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A Long Shadow is the eighth in the Ian Rutledge series by mother/son writing duo Charles Todd. It is the first that I have read.Ian Rutledge is a police inspector from Scotland Yard who has recently returned from fighting in the trenches in France during World War I. While he struggles to recover from the memories and guilt haunting him, he resumes his duty of solving crimes and tries to heal a country that is just as shattered and broken as he is. In this book, he investigates a case in a remote village of a man (the local sheriff) found barely alive, shot in the back with an arrow in the nearby woods thought to be haunted by ancient Saxon ghosts. Looking into the attempted assassination, Rutledge is drawn to an unsolved mystery involving the disappearance of a teenage beauty. While the cases may or may not be related, there are common factors, and in a small town, most events are related. During the investigation of the case, he confronts local prejudice and tries to maintain his sanity in spite of the constant chiding of his ever-present companion Hamish (the ghost of a fellow soldier he had to execute for refusing to fight or the manifestation of his guilt for the lives lost under his command).The book is well-written and the descriptions evocative of a bleak yet slowly recovering country. Before reading the book, I was wary of the fact that one of the main characters is either a ghost or symptom of the detective's imagination; however, the supernatural was not overdone. The writing was done in a manner so that I could understand how his conscience and shell-shocked hallucinations were a reaction to his war experience, and that made his trauma and struggle to recover all the more palpable for me as a reader.The mystery wasn't difficult to figure out, from fairly early in the book. But the story remained interesting and suspenseful not because everyone was a suspect but because there was a question of whether Rutledge would survive / maintain control long enough to solve the case. Starting in London and throughout the investigation, Rutledge's condition is made worse by a stalker who shadows and terrorizes him by leaving tokens demonstrating that Rutledge is vulnerable anywhere at any time.The book is not gruesome--in fact, there is very little description of blood or gore. However, the book left me more emotionally drained than many violent stories do. I want to read another (and plan to do so) but not for a while.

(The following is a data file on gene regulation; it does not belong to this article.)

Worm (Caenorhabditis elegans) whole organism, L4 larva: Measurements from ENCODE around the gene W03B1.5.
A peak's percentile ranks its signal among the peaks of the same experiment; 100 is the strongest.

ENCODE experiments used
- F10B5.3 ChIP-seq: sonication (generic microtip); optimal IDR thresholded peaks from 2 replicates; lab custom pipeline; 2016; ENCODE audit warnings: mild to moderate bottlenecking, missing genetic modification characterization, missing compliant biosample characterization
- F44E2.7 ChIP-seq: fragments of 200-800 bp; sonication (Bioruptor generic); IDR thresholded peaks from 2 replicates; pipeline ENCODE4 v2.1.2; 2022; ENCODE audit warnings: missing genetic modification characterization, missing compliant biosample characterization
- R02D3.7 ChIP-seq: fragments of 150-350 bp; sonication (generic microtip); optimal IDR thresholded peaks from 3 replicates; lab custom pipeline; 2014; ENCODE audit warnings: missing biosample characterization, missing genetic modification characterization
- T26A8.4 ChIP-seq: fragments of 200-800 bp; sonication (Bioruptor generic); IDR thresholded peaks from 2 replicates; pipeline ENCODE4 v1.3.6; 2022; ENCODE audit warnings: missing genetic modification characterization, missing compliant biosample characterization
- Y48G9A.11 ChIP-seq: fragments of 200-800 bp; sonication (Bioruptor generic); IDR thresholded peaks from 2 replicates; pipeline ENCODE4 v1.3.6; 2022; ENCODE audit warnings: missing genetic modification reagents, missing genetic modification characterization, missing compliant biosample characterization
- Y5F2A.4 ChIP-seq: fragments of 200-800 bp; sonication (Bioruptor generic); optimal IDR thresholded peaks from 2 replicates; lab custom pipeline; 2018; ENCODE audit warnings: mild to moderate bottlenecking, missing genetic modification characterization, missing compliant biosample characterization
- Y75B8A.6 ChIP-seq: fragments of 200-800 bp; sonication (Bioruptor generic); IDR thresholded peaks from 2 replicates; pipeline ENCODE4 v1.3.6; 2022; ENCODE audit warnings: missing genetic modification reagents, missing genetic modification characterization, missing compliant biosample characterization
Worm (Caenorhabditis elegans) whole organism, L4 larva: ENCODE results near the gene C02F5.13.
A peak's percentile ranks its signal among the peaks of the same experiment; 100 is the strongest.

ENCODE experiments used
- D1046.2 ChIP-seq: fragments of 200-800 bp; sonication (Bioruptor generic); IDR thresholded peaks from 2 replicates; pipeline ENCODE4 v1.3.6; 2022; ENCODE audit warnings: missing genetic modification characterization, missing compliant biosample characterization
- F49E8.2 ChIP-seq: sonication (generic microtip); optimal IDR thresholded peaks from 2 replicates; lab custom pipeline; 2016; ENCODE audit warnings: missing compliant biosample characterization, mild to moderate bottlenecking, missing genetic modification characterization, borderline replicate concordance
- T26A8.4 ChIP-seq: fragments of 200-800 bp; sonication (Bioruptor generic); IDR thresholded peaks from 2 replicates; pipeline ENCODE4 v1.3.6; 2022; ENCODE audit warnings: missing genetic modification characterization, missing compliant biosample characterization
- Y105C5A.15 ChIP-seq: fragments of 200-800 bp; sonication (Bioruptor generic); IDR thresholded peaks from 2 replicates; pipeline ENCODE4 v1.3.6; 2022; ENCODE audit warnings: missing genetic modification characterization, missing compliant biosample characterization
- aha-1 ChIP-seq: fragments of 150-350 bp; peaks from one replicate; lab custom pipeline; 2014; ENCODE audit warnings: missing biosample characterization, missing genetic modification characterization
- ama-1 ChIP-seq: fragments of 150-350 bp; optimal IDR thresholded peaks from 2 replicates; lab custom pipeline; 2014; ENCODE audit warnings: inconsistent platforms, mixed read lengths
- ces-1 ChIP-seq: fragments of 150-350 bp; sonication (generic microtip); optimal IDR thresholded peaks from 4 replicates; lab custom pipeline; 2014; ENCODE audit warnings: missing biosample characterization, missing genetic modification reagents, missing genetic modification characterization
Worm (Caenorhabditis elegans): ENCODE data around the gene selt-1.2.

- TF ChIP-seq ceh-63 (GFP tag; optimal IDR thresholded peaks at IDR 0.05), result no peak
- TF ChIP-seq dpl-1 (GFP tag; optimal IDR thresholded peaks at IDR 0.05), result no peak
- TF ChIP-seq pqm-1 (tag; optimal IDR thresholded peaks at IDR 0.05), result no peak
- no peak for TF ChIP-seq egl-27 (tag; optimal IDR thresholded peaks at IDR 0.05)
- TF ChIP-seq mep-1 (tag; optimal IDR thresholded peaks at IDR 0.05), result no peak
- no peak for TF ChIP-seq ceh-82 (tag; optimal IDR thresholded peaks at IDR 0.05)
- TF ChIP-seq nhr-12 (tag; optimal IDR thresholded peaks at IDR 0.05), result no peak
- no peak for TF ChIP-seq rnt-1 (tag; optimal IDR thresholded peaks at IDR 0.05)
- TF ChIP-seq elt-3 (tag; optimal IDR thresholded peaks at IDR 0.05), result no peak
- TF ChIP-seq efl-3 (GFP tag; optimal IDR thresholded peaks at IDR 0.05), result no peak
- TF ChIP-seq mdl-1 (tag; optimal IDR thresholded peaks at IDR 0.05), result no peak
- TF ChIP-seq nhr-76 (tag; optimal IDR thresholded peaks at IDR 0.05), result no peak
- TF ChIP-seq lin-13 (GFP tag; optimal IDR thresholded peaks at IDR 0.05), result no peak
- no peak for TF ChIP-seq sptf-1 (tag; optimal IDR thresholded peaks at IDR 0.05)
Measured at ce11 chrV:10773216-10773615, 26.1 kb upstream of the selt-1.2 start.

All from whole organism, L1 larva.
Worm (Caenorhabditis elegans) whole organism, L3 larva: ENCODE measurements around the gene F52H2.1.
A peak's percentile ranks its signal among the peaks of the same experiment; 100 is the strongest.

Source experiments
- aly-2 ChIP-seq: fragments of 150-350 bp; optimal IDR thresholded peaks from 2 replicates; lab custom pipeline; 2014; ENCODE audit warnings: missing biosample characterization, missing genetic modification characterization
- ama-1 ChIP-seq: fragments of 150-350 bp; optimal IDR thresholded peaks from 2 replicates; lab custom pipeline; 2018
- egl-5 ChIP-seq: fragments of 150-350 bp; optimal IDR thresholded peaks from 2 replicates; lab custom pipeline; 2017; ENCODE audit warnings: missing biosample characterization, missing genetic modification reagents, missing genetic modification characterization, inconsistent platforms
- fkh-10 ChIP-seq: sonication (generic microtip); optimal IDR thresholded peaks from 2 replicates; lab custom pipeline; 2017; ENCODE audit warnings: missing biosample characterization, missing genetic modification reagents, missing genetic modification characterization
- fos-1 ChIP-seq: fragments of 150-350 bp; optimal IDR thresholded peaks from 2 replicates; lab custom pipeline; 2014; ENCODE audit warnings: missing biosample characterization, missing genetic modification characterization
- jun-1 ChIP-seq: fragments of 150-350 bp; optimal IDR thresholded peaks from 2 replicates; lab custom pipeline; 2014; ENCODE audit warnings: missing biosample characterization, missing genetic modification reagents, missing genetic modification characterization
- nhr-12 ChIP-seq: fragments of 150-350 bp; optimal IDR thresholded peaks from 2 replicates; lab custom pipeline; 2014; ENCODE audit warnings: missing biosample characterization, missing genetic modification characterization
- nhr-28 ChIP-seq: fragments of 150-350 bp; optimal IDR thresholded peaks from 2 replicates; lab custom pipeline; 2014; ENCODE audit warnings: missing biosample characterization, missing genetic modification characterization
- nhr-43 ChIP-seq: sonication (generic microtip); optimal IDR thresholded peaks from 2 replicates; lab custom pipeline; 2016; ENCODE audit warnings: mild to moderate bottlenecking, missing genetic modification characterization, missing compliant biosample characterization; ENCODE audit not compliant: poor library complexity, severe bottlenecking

The Mother Hunt

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In this book, Nero Wolfe and Archie Goodwin are faced with an odd case—a newly widowed socialite wants to find a baby’s mother. The child was left on her doorstep with a note which said that the boy should live in his father’s house. The young widow admits that it is quite possible her late husband was the father and she is prepared to take care of the child—but only if she can be sure that it is his. While she doesn’t want to have her generosity taken advantage of by an impostor, she thinks that if Wolfe can identify the mother and figure out her movements during the crucial time-frame, then she can at least be more confident that the note is legitimate.While Wolfe doesn’t usually get involved in family matters, he accepts this case. Quickly, the case heats up with murders, and it gets so hot that Wolfe has to take refuge outside his brownstone. This is one of my favorite Wolfe books so far. Archie and Wolfe are in top form, and Saul gets more involvement than in most cases. As with all the Wolfe books, the mystery isn’t complex and isn’t really the focus of the book. The mystery is a vehicle that carries the characters and their interactions through the course of the book—and this was a good ride.